Executive Dow Constantine launched a new initiative that will provide Pathfinders and Navigators who will connect more veterans, servicemembers, and their families to support services, focusing on those who face the greatest barriers.
King County Executive Dow Constantine today announced a $7.5 million initiative that will provide specially trained Pathfinders and Navigators to connect more veterans, servicemembers, and their families to a network of supportive services.
The community-based Pathfinders and Navigators will reach out to veterans, servicemembers, and their families throughout King County, focusing on those who face the greatest barriers, including veterans who are women, transgender, Native Americans, people of color, veterans who are experiencing homelessness, and their families. In addition to services, the Pathfinders and Navigators will connect veterans who experience isolation to supportive communities.
“No other county in this nation does more to support those who serve in the armed forces, yet our mission will not be complete until we connect all veterans, servicemembers, and their families to the services they need to thrive,” said Executive Constantine. “We have increased the resources available to veterans who live in King County. Now, our specially trained Pathfinders will reach those who face the greatest barriers to those resources.”
The funding is generated by the expanded King County Veterans, Seniors and Human Services Levy, which voters approved in 2017. No other urban county in the nation has a dedicated funding source for veterans programs that matches King County.
During Executive Constantine’s administration, King County has significantly increased the amount of supportive services and housing available to veterans, servicemembers, and their families.
According to the annual point-in-time count, the number of veterans who are experiencing homelessness in King County has decreased over the past few years, by 31 percent in 2018 and another 10 percent in 2019. With support from local businesses, King County trains veterans for family-wage jobs when they return home with 96 percent of clients finding jobs in 2018.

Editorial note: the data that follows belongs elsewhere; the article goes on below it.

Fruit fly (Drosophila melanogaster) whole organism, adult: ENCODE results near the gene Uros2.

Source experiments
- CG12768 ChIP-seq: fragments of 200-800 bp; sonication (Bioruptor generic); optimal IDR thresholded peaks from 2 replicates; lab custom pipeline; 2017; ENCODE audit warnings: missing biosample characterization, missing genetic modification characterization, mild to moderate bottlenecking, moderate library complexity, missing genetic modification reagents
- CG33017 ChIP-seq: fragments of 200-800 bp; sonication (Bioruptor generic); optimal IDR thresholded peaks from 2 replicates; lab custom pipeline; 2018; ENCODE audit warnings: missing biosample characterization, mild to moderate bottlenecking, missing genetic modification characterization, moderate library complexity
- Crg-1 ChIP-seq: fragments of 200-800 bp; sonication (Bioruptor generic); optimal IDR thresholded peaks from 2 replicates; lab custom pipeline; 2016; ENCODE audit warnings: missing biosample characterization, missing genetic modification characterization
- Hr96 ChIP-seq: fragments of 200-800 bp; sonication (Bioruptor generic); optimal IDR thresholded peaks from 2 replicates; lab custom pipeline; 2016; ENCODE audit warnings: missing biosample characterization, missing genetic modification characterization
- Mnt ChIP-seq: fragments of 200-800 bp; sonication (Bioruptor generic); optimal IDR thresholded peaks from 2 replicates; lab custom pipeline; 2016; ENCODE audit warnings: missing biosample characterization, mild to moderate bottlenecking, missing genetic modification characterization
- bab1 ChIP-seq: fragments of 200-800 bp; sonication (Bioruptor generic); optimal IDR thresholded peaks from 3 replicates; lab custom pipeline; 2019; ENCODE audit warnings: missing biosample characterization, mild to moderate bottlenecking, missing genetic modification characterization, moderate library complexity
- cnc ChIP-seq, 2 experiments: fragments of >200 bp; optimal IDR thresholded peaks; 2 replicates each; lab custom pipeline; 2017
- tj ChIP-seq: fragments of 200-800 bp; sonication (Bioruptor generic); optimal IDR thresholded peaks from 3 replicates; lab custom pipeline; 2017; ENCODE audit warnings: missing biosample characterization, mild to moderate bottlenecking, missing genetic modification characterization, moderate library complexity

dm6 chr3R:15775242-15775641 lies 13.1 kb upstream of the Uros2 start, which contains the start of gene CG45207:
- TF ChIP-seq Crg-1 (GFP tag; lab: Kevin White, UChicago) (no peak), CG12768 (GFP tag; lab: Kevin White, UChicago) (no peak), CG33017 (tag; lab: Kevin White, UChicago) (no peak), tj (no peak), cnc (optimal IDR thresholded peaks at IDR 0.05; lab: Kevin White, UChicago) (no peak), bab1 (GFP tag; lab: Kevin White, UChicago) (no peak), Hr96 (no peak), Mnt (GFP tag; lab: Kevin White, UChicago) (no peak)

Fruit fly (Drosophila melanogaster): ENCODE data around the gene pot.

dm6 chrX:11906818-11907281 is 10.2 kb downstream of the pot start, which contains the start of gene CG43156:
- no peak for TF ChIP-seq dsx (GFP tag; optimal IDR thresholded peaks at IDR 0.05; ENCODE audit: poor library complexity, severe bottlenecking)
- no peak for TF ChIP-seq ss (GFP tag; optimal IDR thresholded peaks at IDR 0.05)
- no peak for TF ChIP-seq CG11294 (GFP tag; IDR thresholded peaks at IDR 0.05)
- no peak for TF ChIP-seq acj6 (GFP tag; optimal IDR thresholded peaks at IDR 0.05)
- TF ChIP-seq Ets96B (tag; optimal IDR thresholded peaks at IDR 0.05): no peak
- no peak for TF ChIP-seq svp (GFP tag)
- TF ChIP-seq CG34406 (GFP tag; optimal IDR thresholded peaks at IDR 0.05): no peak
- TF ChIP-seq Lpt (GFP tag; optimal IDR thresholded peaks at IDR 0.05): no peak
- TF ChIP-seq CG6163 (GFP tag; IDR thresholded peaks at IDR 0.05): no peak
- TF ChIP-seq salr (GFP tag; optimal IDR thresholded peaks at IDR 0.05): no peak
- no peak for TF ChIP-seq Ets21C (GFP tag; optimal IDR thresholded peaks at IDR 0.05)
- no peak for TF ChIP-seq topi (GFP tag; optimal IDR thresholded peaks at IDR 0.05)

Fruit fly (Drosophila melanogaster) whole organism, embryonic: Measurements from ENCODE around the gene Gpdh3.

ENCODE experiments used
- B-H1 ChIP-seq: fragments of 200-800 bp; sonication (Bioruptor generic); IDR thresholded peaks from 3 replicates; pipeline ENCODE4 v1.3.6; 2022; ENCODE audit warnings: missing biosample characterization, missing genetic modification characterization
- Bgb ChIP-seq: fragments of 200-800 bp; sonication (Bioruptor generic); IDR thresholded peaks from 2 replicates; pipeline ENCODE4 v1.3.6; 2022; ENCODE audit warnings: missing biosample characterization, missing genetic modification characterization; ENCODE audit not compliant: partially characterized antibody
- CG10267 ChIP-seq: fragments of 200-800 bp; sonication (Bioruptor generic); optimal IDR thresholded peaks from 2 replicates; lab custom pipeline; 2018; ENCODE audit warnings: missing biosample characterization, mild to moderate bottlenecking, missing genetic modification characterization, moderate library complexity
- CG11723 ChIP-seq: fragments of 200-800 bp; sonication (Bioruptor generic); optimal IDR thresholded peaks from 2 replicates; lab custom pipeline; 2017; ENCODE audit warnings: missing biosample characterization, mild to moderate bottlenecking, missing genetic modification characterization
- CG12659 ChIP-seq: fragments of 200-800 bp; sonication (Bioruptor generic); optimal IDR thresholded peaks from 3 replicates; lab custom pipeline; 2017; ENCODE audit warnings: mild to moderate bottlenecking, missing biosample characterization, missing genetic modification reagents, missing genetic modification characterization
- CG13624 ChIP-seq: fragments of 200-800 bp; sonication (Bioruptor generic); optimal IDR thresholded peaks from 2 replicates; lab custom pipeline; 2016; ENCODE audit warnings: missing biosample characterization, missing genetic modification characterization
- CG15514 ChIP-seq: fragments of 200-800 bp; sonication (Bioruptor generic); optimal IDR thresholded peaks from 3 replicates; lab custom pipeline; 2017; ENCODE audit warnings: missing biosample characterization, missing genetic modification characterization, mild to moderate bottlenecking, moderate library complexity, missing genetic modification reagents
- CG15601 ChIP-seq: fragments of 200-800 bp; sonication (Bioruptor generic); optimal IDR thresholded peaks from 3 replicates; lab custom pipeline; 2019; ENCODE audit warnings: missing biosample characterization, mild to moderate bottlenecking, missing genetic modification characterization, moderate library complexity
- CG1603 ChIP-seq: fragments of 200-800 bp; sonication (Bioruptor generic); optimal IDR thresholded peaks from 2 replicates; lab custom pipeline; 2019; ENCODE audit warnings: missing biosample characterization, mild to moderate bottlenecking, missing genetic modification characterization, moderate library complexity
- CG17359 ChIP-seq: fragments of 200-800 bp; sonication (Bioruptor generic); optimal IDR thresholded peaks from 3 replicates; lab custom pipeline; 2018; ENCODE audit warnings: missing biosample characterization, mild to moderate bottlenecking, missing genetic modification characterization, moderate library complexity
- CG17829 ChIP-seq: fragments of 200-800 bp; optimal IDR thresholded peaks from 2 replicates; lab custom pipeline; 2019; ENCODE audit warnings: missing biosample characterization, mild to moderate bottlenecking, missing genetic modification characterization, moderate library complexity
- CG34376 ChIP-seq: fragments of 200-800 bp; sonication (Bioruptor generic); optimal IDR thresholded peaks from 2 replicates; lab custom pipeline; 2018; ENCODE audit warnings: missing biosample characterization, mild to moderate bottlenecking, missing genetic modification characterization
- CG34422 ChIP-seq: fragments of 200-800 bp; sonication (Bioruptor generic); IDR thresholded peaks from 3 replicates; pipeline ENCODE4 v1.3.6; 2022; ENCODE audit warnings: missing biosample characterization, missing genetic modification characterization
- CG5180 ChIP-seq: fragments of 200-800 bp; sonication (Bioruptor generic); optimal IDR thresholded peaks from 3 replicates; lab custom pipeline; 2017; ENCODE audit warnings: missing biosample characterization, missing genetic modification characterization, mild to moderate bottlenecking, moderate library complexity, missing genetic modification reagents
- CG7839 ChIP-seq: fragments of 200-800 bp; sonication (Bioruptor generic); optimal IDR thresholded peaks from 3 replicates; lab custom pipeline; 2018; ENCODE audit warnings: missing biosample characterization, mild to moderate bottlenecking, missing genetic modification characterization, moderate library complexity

The goal of this initiative is to actively seek veterans, servicemembers, and their family members and help them access all of the services and resources King County has to offer. For example, a veteran who survived sexual assault while serving in the armed forces might be reluctant to report to a Department of Defense facility to get the support they need but might be more responsive to a Pathfinder who works for a community-based nonprofit.
Pathfinders are frontline specialists who will work with and in communities to seek clients who are not currently connecting to community or accessing services. Once they find a veteran, servicemember, or family member who needs assistance, they will conduct a comprehensive needs assessment, help the client enroll in appropriate services, and connect them with the King County Veterans Program, a service hub that offers continued support services and further connection to the region’s full network of federal, state, and local services for veterans and their families.
Pathfinders and Navigators also will fill gaps in federal and state veterans programs that often cannot serve veteran families and members of the National Guard and Reserves.
Guiding veterans throughout their journey to permanent housing
Building on lessons learned from the previous Veterans and Human Services Levy, Navigators will support veterans experiencing homelessness by guiding them throughout their journey to permanent housing. They will connect clients to services that promote housing and financial stability, healthy living, and social engagement.
King County is home to an estimated 115,000 veterans. While access to service is often identified among the most pressing of their concerns, learning about services and understanding how to access and enroll in them can be daunting. That is particularly true for veterans, servicemembers, and their families who face additional barriers to services, whether it is because of their race, gender, gender identity, or housing status.
Pathfinders and Navigators will serve as knowledgeable, supportive guides who help their clients learn what services they are eligible for, how to access services, and can help them enroll.
Seven community-based organizations successfully competed for the total of $7.5 million in funding that will be allocated over the next 4.5 years.
Executive Constantine announced the initiative at Imagine Housing in Kirkland, where 10 units of affordable housing are reserved for veterans thanks in part to funding from King County Veterans, Seniors and Human Services Levy.